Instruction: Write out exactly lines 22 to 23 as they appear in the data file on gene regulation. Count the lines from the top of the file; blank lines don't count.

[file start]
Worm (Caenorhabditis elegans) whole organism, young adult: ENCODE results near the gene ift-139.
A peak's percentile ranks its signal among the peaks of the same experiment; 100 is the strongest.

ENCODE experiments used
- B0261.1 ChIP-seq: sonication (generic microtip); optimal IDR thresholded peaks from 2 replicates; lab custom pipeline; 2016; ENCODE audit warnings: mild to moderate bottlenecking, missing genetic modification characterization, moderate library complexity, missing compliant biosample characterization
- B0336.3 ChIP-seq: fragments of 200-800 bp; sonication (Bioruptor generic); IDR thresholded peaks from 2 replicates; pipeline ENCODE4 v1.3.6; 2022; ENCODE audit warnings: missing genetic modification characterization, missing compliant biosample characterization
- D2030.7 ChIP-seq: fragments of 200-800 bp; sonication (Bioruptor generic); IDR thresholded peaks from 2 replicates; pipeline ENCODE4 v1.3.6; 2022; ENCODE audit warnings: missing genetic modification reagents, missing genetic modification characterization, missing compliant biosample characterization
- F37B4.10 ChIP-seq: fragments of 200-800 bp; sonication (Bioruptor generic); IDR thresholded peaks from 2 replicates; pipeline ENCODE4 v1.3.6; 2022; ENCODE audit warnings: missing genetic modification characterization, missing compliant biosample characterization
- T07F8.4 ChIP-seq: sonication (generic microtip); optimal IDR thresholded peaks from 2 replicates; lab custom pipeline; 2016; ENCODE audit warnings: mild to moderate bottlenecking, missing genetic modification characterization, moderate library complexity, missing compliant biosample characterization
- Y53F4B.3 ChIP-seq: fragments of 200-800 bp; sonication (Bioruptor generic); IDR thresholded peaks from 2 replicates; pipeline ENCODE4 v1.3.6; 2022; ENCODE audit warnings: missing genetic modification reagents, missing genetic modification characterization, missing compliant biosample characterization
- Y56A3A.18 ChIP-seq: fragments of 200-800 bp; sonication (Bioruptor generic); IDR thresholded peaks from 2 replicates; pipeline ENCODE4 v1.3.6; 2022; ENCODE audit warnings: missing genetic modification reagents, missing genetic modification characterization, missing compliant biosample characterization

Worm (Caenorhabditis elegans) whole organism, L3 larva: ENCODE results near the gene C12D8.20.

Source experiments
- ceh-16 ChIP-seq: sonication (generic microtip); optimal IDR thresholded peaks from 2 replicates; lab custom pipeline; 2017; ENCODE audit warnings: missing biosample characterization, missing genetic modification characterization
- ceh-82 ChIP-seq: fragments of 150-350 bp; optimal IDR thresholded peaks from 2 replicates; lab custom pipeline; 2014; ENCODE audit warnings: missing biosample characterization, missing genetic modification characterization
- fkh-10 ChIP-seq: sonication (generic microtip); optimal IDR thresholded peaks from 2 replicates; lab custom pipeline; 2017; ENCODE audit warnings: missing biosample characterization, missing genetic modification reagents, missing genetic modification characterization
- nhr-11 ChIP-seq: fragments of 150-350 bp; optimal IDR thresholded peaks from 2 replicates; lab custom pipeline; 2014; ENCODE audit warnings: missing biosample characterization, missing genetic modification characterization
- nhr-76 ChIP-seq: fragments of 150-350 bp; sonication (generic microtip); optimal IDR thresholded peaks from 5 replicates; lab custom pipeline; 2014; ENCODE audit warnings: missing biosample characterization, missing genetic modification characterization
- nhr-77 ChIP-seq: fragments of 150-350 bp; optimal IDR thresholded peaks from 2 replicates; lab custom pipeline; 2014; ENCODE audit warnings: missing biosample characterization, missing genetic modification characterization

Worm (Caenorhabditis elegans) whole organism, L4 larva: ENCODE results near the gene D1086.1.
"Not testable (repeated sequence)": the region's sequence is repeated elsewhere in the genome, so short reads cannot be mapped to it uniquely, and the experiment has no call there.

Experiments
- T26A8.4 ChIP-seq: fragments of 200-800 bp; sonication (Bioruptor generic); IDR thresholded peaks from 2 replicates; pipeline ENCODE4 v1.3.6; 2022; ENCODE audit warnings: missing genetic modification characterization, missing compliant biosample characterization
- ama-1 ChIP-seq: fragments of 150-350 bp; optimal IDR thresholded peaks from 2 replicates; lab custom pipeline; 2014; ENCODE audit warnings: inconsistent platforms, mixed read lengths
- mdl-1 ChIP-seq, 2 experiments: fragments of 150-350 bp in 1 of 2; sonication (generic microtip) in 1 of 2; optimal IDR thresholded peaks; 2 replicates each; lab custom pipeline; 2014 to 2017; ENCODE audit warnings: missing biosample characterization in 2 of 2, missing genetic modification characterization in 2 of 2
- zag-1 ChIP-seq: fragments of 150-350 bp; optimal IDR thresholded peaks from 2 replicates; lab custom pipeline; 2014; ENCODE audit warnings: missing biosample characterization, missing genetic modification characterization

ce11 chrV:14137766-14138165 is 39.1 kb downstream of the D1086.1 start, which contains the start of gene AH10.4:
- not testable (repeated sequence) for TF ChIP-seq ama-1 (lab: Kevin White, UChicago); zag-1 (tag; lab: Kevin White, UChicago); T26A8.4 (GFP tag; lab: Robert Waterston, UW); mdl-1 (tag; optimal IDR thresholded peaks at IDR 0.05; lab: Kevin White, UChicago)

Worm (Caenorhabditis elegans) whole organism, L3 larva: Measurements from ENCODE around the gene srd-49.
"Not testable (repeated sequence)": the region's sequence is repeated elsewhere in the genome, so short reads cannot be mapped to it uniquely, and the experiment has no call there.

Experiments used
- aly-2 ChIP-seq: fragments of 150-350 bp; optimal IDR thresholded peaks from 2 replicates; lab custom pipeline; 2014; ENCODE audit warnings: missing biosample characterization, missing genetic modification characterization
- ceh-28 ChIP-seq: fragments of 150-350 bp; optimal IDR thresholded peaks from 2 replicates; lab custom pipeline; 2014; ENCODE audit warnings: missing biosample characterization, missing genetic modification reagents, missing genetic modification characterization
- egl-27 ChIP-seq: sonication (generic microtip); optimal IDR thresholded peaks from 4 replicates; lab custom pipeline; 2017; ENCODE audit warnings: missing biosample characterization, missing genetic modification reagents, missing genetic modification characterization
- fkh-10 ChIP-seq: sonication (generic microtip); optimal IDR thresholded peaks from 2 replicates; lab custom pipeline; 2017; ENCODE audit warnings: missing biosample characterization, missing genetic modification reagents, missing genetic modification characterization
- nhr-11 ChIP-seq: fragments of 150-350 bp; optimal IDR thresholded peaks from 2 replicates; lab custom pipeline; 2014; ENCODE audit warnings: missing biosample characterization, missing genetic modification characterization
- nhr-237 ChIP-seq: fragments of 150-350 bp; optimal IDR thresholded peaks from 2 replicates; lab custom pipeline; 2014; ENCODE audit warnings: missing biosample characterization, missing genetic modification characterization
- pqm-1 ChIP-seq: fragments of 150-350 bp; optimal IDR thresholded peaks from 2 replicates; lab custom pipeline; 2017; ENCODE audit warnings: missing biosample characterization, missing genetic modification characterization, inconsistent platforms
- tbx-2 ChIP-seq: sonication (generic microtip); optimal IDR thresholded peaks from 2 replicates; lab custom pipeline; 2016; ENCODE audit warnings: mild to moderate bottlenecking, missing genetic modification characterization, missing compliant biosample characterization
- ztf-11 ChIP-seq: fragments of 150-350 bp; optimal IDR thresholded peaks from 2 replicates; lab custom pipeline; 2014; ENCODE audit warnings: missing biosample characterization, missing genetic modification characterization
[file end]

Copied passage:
- T26A8.4 ChIP-seq: fragments of 200-800 bp; sonication (Bioruptor generic); IDR thresholded peaks from 2 replicates; pipeline ENCODE4 v1.3.6; 2022; ENCODE audit warnings: missing genetic modification characterization, missing compliant biosample characterization
- ama-1 ChIP-seq: fragments of 150-350 bp; optimal IDR thresholded peaks from 2 replicates; lab custom pipeline; 2014; ENCODE audit warnings: inconsistent platforms, mixed read lengths